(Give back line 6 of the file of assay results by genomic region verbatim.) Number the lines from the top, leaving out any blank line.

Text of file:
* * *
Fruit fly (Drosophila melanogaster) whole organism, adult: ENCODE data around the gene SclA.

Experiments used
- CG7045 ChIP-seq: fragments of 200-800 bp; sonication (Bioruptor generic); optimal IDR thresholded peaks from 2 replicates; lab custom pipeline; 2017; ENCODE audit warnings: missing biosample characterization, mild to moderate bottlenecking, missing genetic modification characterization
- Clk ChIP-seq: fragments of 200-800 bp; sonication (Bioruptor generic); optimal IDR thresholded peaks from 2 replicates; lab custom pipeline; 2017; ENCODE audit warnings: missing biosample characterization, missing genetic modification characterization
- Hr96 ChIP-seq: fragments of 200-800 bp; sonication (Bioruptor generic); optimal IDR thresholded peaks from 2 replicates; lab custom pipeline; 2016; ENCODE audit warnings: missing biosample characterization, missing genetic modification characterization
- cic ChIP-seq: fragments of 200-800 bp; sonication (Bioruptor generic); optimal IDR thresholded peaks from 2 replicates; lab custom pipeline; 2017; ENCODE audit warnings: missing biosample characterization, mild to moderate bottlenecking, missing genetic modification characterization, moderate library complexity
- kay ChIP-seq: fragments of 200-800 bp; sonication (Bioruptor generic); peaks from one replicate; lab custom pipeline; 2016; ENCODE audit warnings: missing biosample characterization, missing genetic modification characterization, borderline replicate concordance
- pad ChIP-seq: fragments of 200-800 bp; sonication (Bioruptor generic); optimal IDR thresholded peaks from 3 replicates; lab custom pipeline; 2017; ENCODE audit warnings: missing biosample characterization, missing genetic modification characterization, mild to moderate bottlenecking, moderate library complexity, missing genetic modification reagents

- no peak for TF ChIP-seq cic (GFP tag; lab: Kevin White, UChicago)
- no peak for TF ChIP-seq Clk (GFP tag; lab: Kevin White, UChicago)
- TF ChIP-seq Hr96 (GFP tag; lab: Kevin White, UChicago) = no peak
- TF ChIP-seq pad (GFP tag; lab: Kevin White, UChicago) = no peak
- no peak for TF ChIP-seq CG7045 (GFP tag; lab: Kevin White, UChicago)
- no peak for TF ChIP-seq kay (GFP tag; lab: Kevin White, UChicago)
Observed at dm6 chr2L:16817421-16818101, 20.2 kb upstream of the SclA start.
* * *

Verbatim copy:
- cic ChIP-seq: fragments of 200-800 bp; sonication (Bioruptor generic); optimal IDR thresholded peaks from 2 replicates; lab custom pipeline; 2017; ENCODE audit warnings: missing biosample characterization, mild to moderate bottlenecking, missing genetic modification characterization, moderate library complexity